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Alien star clusters fill our galaxy

Image: Messier 80
A Hubble Space Telescope image of the typical globular cluster Messier 80, an object made up of hundreds of thousands of stars and located in the direction of the constellation of Scorpius. NASA
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Many of our galaxy's star clusters may actually foreigners: collections of stars that were born elsewhere and then migrated to our Milky Way, according to a new study.

The foreign-born star clusters actually make up about one-quarter of the Milky Way globular star cluster system, researchers found.

"It turns out that many of the stars and globular star clusters we see when we look into the night sky are not natives, but aliens from other galaxies," said study co-author Duncan Forbes, an astronomer from Swinburne University of Technology in Australia. "They have made their way into our galaxy over the last few billion years."

Astronomers previously suspected that some globular star clusters, which each contain between 10,000 and several million stars, were foreign to our galaxy, but it was difficult to positively identify which ones.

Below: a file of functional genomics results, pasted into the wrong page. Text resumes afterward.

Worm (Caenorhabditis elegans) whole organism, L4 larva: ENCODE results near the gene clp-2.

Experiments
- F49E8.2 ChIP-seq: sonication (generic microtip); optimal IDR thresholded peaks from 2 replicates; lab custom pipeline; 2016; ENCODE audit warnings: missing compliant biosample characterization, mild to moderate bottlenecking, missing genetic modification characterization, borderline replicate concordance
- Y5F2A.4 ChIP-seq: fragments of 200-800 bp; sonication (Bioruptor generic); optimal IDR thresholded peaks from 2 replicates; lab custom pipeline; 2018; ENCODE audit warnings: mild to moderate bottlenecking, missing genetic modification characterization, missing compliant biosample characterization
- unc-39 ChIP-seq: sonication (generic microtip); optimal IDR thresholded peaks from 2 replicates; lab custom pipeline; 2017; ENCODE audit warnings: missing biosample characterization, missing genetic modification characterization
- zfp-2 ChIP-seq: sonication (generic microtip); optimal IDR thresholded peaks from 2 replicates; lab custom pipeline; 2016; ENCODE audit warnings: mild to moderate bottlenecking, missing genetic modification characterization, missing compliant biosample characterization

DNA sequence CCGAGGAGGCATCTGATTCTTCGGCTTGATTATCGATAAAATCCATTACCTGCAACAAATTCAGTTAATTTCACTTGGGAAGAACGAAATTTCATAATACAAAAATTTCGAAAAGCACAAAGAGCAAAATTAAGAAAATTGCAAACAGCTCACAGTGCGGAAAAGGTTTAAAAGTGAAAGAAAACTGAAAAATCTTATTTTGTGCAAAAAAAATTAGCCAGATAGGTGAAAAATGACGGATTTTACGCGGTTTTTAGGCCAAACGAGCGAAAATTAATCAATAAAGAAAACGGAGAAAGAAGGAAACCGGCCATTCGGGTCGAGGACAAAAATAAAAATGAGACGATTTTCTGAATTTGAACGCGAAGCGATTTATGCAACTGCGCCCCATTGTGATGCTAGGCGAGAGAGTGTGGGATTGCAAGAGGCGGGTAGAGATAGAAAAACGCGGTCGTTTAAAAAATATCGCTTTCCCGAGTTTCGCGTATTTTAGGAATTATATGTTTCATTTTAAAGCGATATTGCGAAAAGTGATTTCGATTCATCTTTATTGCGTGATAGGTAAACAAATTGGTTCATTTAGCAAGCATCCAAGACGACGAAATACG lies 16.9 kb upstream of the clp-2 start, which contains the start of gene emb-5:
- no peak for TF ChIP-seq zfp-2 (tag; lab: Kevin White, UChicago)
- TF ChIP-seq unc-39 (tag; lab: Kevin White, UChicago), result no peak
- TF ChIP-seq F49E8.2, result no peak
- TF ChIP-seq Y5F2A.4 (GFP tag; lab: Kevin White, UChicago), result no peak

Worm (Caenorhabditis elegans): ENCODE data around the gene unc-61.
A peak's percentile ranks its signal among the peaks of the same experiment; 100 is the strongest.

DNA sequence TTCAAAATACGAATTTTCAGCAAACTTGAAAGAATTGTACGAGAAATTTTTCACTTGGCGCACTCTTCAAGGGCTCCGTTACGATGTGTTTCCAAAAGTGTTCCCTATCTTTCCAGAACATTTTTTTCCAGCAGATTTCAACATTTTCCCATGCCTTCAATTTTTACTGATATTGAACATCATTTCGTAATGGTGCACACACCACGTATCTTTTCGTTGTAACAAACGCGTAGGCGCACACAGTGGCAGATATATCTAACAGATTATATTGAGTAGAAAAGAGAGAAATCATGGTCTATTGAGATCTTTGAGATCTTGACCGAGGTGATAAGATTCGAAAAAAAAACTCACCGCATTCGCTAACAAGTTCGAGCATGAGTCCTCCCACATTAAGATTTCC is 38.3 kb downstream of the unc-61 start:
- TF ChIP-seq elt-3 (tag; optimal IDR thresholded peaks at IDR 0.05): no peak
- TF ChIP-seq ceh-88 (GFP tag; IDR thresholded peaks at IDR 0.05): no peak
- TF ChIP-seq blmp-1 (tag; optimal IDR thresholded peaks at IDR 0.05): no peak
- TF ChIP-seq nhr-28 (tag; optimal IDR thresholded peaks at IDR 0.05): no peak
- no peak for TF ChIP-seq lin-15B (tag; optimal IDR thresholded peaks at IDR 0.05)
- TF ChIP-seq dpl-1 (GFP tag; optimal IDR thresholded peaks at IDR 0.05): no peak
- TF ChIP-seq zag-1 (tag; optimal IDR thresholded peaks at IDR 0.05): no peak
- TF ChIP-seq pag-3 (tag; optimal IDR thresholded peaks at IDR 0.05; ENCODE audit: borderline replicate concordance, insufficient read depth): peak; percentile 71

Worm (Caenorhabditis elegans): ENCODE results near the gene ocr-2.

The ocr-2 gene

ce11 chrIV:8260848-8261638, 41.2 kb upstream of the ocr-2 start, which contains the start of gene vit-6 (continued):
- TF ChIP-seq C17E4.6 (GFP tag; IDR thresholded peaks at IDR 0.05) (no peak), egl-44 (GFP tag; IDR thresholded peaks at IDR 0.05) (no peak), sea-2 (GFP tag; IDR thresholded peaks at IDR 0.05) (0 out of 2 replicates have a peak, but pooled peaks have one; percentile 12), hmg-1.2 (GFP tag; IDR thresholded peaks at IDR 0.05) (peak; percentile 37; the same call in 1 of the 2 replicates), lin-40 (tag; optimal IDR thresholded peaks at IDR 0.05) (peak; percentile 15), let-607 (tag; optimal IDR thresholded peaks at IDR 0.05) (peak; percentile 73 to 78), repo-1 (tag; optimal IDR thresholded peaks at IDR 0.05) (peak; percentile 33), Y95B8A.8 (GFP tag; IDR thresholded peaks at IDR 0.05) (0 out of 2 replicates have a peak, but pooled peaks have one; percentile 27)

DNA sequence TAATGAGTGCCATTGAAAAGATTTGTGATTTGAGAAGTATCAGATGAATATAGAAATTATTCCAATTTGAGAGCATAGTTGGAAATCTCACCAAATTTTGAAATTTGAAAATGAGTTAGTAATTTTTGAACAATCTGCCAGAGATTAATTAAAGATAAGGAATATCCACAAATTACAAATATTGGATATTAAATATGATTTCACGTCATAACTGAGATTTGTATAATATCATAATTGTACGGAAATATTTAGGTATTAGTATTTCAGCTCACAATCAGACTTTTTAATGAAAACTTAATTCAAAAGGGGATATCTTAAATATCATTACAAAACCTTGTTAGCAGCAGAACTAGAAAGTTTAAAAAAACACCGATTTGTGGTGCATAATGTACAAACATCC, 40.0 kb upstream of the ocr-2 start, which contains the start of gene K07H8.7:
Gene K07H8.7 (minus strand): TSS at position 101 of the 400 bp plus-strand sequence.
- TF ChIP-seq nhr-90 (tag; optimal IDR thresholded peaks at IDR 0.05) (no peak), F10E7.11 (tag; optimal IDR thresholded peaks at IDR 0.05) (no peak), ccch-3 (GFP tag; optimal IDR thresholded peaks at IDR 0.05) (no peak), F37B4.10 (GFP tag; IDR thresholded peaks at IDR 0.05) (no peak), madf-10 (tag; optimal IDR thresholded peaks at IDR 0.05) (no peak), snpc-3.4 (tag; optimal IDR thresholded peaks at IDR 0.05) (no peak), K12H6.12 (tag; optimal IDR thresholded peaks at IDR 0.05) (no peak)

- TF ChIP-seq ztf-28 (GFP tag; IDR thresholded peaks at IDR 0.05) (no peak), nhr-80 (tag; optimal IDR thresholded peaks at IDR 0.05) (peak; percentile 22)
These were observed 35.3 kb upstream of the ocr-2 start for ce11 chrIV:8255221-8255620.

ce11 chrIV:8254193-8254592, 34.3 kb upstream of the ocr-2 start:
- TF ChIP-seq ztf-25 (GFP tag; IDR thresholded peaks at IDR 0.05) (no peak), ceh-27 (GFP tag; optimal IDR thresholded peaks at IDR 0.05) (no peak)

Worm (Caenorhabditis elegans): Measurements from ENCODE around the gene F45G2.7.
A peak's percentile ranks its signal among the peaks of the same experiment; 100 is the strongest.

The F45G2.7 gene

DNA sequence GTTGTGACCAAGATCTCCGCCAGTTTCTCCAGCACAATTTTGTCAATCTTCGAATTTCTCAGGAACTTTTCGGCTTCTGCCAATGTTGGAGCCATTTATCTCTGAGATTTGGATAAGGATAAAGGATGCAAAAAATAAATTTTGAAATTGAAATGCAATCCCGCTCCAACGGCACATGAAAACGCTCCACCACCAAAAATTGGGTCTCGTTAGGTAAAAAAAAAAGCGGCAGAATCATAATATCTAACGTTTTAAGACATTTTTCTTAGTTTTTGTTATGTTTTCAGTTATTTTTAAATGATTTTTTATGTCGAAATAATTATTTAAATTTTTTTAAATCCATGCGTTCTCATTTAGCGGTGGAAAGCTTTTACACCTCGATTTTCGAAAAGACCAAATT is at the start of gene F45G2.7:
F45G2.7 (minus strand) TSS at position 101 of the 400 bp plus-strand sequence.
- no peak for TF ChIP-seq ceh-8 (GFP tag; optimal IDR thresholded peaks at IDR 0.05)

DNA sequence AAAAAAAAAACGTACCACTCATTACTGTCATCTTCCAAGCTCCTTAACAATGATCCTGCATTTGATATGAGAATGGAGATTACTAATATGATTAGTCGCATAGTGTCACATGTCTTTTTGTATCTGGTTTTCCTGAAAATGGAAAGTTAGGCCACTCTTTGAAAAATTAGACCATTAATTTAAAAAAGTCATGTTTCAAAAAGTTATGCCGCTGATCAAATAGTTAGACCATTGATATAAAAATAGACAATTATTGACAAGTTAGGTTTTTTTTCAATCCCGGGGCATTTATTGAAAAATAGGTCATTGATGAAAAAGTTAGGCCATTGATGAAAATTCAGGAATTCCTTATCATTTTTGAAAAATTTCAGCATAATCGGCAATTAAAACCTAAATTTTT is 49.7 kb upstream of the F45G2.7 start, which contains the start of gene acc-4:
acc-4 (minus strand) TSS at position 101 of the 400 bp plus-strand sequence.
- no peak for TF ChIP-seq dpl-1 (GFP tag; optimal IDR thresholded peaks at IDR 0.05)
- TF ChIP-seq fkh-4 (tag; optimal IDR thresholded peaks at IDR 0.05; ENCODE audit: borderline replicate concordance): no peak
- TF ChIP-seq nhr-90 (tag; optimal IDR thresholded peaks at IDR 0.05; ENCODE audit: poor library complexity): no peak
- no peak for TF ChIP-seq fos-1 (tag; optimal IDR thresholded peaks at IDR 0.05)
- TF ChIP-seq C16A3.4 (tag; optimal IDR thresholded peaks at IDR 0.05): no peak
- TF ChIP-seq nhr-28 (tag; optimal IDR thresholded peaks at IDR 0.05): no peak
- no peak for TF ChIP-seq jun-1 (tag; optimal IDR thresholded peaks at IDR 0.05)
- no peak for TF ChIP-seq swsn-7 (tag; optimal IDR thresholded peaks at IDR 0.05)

To find them, Forbes, along with his colleague Terry Bridges of Queens University in Ontario, Canada, used data from the Hubble Space Telescope to examine globular star clusters within the Milky Way galaxy.

They then compiled the largest ever high-quality database to record the age and chemical properties of each of these clusters.

"Using this database we were able to identify key signatures in many of the globular star clusters that gave us tell-tale clues as to their external origin," Forbes said.

The research will be detailed in an upcoming edition of Monthly Notices of the Royal Astronomical Society.

The work also suggests that the Milky Way may have swallowed up more dwarf galaxies, or 'mini' galaxies of up to 100 million stars, than was previously thought.

Previous research has shown that two dwarf galaxies within the Milky Way are foreign-born, but the current work suggests there may be as many as six or seven.

"Although the dwarf galaxies are broken-up and their stars assimilated into the Milky Way, the globular star clusters of the dwarf galaxy remain intact and survive the accretion process," Forbes said.

However, future studies will be needed to confirm this finding, the researchers said.